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I AM A MIRACLE: Challenging abuses of power (Or, How to change history)

Adam Goodes. Sandra Bland. Cecil the Lion. Bronwyn Bishop.

Four vastly different stories that have filtered through news and social media over the last few weeks, that have basically nothing in common – except they are all about systemic abuses of power. Goodes and Bishop are intensely local stories that have vied for our attention in Australia. Sandra and Cecil are both stories we’ve heard a hundred times before – and this week, we argued about which should outrage us more.

All of them important. None more important than any other. Bishop may have resigned today, but the system she was using to her own advantage continues. Goodes may not have played football this weekend, and the tide of support has turned toward him – but those who booed him last week probably still wish they could boo him this week. And some, hopefully, have woken up to themselves.

I Am A Miracle. Photo by Pia Johnson

I Am A Miracle by Declan Greene and directed by Matthew Lutton, currently playing at the Malthouse Theatre, was inspired by a miscarriage of justice – a severely mentally-handicapped man executed in Texas in 2012. In some ways, the play is about that miscarriage of justice – but the full scope of the work touches on the divine and the structural problems of society that lead to his impoverished upbringing and his death.

It’s a response to Marvin Lee Wilson’s execution, but actually tells three entirely different stories: a soldier in an 18th Century Slave Colony in Surinam; a man – suffering from Alzheimers - and his wife in modern day Australia; and the story of an Angel, watching over Marvin Lee Wilson, trying to change the course of history.

Comparing Goodes to Bishop or Sandra to Cecil, the media – both traditional and social – reduces the importance of all of them, except in the way questions have been raised. The status quo has been questioned. The public won’t just accept “that’s the way it is” anymore.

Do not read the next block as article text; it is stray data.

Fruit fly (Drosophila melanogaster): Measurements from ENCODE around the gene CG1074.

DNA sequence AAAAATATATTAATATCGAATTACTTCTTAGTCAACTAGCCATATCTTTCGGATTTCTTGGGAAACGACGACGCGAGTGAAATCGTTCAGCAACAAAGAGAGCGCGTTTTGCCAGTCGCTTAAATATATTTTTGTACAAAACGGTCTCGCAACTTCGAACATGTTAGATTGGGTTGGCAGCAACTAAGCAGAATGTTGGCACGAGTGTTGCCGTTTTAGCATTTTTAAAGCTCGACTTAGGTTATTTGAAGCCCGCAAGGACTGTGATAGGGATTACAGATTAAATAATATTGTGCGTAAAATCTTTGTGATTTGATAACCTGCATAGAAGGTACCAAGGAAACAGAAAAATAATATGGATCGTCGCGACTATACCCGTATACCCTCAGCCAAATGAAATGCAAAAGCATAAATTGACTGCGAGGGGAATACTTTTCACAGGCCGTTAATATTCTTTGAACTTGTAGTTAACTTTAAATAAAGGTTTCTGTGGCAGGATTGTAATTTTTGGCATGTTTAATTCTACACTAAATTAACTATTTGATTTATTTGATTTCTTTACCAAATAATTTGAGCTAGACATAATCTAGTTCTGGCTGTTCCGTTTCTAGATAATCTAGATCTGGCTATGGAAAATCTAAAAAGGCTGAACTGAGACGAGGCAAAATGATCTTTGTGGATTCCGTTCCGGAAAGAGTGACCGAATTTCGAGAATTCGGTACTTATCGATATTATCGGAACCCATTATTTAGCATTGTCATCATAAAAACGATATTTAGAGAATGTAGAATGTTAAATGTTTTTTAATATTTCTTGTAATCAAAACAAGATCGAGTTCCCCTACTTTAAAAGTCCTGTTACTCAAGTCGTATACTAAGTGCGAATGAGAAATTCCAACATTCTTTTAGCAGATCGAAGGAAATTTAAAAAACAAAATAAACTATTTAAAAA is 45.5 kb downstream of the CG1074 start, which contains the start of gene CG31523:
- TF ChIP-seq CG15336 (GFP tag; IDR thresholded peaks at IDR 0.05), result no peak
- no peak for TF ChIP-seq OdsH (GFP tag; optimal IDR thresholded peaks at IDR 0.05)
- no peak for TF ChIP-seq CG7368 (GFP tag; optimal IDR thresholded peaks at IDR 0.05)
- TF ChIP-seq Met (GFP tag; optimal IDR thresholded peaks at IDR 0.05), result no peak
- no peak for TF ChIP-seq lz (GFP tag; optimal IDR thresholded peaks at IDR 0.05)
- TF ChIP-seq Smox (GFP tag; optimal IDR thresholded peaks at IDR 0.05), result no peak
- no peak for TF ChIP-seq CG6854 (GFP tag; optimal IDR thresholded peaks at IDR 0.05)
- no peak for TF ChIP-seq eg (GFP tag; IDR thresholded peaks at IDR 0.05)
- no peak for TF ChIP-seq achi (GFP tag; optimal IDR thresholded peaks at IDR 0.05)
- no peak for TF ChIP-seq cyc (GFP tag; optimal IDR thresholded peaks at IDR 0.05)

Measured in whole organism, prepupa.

We don’t think an Indigenous football player should be abused for being proud of his heritage. We don’t think a politician should get a free ride. We cannot accept the narrative of a healthy, happy black woman dying while incarcerated. We don’t believe a dentist should be able to hunt and kill lions for sport.

But what will change exactly? What can be changed? How can we affect change?

That is the question at the heart of I Am A Miracle. This is society as it has been built by history. These are the problems that history has caused. What can we do about people who are marginalised? What can we do about these systems of power that create the spaces for people to be marginalised.

The solider in Surinam (played with such power by Melita Jurisic) is part of a society that keeps slaves, but he has empathy for them. Can he change the world he lives in?

The man with Alzheimers (Bert Labonte in another outstanding performance, after his multiple characters in Birdland) loses his memory before our eyes. How can we change the outcome of his story?

And the Angel (vocalised by Hana Lee Crisp, in a stunning operatic performance) can do nothing so much than try to change all of history – create a miracle – to save Marvin Lee Wilson’s life.

Is the only thing that can change the outcomes of all these stories the titular miracle? Or can we be inspired by this piece of work to challenge our assumptions and find the miraculous in the every day?

In an interview with Radio National, director Matthew Lutton – recently appointed the Artistic Director of the Malthouse Theatre – was asked whether it was the Malthouse theatre’s responsibility to always tell new Australian stories.

Lutton said:
“It’s certainly not going to be a company where every story we see on stage is explicitly about Melbourne right here now in tangible ways but it will always be connected to the contemporary thought, the contemporary moment. But Malthouse needs to think broadly... we need to be re-evaluating ourselves in history, re-evaluating ourselves politically and personally.”

I Am A Miracle were the last words of a man executed in 2012 in Texas. This play, written for him, is about him, about a soldier, about a man and his wife and the pressures of Alzheimer’s disease. It’s set now and at the beginning of time itself.

It’s not about Adam Goodes or Sandra Bland or Cecil the Lion or Bronwyn Bishop or asylum seekers locked up outside the arms of our laws or enemy combatants still in Guantanamo Bay or Al Jazeera journalists imprisoned in Egypt for doing their job.

But, by some small miracle of theatre, it is.

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